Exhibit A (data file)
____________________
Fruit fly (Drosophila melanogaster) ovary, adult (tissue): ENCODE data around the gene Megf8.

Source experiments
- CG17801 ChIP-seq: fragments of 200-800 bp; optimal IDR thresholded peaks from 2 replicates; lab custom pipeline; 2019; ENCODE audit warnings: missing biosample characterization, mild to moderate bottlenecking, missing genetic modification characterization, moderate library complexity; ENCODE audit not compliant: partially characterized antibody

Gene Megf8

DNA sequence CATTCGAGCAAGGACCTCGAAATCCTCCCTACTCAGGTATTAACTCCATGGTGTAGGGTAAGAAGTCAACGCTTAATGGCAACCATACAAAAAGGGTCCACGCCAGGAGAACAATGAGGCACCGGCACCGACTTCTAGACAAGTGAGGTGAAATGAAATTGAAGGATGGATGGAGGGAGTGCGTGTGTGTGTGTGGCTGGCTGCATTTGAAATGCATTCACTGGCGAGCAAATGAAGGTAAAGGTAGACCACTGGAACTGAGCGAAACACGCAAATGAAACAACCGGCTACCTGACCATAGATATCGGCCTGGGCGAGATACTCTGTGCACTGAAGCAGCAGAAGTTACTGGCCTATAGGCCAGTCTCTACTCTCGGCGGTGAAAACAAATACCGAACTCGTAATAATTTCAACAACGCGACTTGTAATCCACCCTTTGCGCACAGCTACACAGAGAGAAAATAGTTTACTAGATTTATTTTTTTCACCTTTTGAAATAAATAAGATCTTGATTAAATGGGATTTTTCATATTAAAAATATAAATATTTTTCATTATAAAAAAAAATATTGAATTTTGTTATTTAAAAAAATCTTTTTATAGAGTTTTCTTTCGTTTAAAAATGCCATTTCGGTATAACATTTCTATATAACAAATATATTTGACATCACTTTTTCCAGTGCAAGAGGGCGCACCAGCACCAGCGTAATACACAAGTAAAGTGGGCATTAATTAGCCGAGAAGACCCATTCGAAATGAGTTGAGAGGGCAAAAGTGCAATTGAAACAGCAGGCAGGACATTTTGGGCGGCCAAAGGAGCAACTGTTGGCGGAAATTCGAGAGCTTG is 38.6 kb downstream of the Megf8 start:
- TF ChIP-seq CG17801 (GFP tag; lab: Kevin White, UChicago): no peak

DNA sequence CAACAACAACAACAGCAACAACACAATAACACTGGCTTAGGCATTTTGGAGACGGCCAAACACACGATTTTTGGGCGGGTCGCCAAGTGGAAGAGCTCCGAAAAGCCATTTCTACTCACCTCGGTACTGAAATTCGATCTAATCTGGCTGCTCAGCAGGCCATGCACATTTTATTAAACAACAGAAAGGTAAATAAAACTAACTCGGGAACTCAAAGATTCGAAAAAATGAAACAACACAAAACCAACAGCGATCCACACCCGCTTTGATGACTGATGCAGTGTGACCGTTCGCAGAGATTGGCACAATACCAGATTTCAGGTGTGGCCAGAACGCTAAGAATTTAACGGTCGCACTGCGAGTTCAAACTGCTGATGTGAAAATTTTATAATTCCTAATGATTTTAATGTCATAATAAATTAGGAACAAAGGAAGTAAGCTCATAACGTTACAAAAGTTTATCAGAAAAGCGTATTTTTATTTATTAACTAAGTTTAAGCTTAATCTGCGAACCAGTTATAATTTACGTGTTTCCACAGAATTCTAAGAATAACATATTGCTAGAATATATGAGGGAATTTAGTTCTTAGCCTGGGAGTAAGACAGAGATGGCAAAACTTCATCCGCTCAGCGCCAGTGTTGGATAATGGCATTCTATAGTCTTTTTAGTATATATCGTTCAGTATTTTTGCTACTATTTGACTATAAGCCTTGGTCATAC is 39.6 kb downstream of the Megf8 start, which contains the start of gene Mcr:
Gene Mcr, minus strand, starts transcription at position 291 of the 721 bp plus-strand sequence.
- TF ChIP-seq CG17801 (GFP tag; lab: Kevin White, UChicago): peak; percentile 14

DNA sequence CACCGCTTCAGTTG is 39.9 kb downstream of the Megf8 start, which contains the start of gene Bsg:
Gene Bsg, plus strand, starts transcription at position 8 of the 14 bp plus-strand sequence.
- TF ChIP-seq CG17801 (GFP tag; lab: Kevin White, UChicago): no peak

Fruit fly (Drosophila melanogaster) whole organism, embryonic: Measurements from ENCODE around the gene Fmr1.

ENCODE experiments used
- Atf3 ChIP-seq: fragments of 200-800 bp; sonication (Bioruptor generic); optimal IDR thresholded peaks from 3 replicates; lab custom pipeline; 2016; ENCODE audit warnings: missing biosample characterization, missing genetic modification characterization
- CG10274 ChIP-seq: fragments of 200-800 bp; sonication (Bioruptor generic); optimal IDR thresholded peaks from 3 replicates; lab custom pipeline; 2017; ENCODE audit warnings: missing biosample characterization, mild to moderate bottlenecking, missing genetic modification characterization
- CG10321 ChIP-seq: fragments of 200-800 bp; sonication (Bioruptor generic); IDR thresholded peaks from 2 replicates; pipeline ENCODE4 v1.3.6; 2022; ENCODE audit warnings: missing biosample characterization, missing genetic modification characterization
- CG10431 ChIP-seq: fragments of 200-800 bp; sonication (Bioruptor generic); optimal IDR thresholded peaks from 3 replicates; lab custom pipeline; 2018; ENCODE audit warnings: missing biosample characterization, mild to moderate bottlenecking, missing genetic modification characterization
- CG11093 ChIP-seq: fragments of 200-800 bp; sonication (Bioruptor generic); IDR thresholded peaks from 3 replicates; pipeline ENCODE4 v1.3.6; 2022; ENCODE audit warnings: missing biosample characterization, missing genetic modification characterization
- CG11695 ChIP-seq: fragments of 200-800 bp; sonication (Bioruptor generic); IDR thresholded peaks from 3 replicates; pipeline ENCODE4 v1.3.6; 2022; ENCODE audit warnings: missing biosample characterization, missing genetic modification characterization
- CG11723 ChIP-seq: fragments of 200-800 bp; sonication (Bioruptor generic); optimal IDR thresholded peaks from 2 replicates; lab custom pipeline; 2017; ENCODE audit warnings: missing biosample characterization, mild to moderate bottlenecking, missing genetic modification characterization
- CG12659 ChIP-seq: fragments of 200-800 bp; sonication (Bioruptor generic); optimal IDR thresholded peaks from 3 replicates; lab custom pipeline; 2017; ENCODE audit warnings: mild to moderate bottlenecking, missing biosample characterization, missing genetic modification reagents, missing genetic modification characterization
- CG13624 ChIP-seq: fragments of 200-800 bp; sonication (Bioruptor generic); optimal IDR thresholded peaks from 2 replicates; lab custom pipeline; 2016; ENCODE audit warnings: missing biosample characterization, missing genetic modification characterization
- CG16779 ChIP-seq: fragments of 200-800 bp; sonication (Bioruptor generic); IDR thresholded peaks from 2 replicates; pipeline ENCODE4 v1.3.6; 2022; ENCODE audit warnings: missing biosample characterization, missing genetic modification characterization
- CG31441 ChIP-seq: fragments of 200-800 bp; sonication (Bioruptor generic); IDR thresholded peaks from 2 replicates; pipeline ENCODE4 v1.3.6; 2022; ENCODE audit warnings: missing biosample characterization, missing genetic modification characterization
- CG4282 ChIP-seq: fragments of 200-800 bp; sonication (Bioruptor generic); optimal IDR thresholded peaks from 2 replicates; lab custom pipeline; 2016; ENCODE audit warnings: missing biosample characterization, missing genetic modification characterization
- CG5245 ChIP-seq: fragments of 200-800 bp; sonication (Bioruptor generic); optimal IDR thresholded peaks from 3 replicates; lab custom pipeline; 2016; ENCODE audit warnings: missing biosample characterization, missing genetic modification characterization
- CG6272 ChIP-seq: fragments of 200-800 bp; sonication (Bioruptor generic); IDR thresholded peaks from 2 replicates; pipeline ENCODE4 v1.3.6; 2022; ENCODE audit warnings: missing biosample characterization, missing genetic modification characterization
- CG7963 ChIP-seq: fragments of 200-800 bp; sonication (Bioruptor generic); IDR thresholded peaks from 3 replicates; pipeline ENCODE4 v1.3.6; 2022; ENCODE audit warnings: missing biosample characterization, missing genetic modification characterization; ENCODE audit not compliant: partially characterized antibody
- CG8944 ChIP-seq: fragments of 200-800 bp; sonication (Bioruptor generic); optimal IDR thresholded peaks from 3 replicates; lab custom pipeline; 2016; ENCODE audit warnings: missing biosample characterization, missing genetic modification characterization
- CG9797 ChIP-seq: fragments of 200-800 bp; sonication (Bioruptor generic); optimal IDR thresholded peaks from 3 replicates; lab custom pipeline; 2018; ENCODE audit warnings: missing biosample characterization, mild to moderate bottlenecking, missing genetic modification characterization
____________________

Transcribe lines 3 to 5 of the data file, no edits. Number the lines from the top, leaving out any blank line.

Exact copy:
- CG17801 ChIP-seq: fragments of 200-800 bp; optimal IDR thresholded peaks from 2 replicates; lab custom pipeline; 2019; ENCODE audit warnings: missing biosample characterization, mild to moderate bottlenecking, missing genetic modification characterization, moderate library complexity; ENCODE audit not compliant: partially characterized antibody

Gene Megf8

DNA sequence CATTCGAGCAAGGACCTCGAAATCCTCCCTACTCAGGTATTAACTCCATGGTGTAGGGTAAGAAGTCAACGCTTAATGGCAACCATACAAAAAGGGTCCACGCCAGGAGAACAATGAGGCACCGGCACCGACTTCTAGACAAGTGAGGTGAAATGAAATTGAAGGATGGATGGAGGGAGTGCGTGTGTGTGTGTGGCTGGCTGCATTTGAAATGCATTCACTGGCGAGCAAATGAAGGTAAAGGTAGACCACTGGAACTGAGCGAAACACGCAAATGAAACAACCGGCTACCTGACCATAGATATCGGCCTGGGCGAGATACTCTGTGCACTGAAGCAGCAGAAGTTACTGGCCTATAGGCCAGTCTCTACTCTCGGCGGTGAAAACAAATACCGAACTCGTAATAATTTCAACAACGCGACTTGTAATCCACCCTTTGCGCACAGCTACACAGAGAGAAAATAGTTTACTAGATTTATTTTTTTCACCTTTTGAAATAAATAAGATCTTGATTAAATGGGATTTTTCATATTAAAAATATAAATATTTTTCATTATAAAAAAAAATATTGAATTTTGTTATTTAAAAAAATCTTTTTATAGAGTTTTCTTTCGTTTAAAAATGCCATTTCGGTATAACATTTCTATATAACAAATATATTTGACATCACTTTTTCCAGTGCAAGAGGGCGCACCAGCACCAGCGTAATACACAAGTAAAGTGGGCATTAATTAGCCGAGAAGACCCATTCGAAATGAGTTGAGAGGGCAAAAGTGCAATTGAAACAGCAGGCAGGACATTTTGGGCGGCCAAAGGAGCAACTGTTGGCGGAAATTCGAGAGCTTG is 38.6 kb downstream of the Megf8 start: